A shareholders’ agreement is a legal agreement between the shareholders or stockholders in a company. The agreement regulates the relationship, rights, and obligations of the shareholders. The shareholders’ agreement often supplements the incorporation documents and bylaws of the company. Many companies use them due to many advantages such as:

  • Confidentiality: Shareholders’ agreements are more like private contracts and are generally not made public, unlike most corporate constitutional documents
  • Flexibility: Parties to the agreement can modify the terms more closely to meet the specific needs of the company and the shareholders
  • Lower costs and easier to modify than changing corporate documents

Shareholders’ agreements are sometimes known as “stockholders’ agreements.”

What is the Purpose of a Shareholders’ Agreement?

When there is a relatively small number of shareholders, like in a startup company, it is common for shareholders to supplement a company’s organizational documents with a shareholders’ agreement.

There are numerous reasons why shareholders may want to supplement the constitutional documents of the company with a shareholders agreement:

  • A company’s organizational documents are typically available for public inspection, whereas a shareholders’ agreement is a private contact. The terms of a shareholders’ contract are normally confidential between the parties
  • Shareholders’ agreements are cheaper, less formal, and easier to administer, revise, or terminate.
  • Shareholders might want to provide a way for disputes to be resolved by arbitration or in a state other than the one in which the company is incorporated.
  • Shareholders may anticipate that the company will require regular changes to the original arrangements, and it may be wise to have the flexibility to amend the document repeatedly.
  • Corporate laws in some countries may not provide enough protection for minority shareholders, who may wish to better protect their interests through a shareholders’ agreement.
  • Shareholders may wish to provide formulas for sharing valuation to cut down on disputes over values of shares. Shareholders can work out the details of voluntary or compulsory transfers through a shareholders’ agreement.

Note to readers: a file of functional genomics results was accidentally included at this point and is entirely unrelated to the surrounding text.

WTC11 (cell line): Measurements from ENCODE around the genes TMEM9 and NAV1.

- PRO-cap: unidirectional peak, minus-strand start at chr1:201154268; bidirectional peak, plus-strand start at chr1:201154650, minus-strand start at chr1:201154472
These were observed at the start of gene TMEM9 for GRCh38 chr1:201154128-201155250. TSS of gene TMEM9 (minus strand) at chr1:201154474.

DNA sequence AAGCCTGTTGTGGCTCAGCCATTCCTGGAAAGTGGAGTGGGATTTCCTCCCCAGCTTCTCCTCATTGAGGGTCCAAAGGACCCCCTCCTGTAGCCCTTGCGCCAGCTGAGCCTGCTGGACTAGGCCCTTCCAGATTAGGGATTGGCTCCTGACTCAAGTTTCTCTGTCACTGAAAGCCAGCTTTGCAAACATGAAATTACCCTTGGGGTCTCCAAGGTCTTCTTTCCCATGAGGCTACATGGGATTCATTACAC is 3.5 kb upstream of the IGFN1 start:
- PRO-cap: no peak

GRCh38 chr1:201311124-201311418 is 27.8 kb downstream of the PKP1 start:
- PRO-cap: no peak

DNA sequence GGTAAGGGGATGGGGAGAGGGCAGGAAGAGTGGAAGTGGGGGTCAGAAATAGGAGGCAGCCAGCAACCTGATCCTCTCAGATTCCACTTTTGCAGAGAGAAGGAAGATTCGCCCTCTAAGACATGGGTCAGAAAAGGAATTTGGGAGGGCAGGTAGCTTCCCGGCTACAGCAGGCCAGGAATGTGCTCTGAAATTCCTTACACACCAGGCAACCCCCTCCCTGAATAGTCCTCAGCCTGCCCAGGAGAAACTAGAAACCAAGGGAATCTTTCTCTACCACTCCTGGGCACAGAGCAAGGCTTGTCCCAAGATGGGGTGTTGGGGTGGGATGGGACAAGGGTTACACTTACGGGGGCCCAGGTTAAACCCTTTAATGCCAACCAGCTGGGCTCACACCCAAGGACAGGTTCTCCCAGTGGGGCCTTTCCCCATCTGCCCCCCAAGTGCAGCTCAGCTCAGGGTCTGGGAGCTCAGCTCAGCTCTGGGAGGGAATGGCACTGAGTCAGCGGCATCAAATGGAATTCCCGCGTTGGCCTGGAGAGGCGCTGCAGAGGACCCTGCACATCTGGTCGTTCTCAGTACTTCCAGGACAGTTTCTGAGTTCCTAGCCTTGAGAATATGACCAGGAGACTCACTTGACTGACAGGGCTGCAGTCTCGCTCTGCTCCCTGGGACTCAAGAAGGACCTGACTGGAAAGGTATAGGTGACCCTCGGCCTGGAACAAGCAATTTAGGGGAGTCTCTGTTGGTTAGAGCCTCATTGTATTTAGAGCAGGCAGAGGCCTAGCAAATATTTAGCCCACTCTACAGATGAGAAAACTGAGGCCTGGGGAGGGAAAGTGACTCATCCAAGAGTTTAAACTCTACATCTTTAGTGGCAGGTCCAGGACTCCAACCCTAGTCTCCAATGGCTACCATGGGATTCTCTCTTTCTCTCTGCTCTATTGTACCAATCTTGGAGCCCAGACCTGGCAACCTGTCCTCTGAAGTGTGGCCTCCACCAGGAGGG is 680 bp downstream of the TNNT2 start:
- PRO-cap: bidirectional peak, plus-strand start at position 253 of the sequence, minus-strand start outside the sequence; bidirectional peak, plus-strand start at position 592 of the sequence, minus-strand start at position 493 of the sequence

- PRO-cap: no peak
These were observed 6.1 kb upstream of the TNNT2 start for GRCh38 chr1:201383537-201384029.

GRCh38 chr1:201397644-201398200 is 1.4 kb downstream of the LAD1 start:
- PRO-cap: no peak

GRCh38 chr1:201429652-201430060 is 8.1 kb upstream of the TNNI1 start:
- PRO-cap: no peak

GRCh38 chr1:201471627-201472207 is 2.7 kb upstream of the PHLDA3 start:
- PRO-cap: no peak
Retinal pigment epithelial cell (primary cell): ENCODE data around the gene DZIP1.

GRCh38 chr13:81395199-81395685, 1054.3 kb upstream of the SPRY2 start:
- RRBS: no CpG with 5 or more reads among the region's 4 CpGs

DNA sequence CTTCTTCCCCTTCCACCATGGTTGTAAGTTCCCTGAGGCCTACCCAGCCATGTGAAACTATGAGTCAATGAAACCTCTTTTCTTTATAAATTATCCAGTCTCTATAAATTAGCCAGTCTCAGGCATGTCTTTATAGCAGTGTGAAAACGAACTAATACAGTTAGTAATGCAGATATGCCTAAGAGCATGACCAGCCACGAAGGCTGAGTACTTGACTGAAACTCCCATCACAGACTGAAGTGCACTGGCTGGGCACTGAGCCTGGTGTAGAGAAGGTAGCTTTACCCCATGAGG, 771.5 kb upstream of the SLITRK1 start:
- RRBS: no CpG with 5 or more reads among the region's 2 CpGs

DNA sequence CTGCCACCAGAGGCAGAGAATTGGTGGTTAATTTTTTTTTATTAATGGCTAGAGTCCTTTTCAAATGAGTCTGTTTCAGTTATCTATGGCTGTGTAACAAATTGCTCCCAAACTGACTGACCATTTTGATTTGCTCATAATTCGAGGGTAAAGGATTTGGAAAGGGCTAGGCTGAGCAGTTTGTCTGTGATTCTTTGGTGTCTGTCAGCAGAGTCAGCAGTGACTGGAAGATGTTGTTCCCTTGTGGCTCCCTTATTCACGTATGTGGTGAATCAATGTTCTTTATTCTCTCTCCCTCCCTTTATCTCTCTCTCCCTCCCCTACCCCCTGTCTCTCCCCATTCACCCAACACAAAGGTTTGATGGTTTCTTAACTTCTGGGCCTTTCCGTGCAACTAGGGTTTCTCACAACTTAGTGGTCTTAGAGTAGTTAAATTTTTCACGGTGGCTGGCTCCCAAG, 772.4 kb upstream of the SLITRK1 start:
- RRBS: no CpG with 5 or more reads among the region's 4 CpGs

• Shareholders’ agreements may provide mechanisms for removing minority shareholders when the company’s preservation is an ongoing concern.
  • A shareholders’ agreement may restrict shareholders’ activities and prevent abuse of position and competition.

What are the Basics of a Shareholders’ Agreement?

Shareholders’ agreements are intended to ensure that shareholders are treated fairly and that their rights are protected. Shareholders’ agreements include sections outing the fair and legitimate pricing of shares, particularly when the shares are sold. These agreements allow shareholders to make decisions about what outside parties may become shareholders in the future while providing safeguards for minority positions within the company.

Shareholders’ agreements include a date and the number of shares issued. Percentages of ownership by shareholders are outlined and restrictions on transferring shares. Pre-emptive rights for current shareholders to purchase new shares and maintain current ownership percentages are detailed in the event of a company sale.

How Do Shareholder Agreements Differ from Company Bylaws?

Company bylaws work together with a company’s articles of incorporation to form the legal backbone of the business and govern the business’s operations. Shareholder agreements, however, are optional. These documents are often by and for shareholders. They are created to outline shareholder rights and obligations. Shareholders’ agreements can be especially effective when a corporation has only a small number of active shareholders.

What Do Shareholders’ Agreements Cover?

Shareholders’ agreements are specifically tailored to the needs of the company and the shareholders. They may cover a wide range of legal issues and topics and are crafted through careful negotiation. Shareholders’ agreements may cover subject matter such as: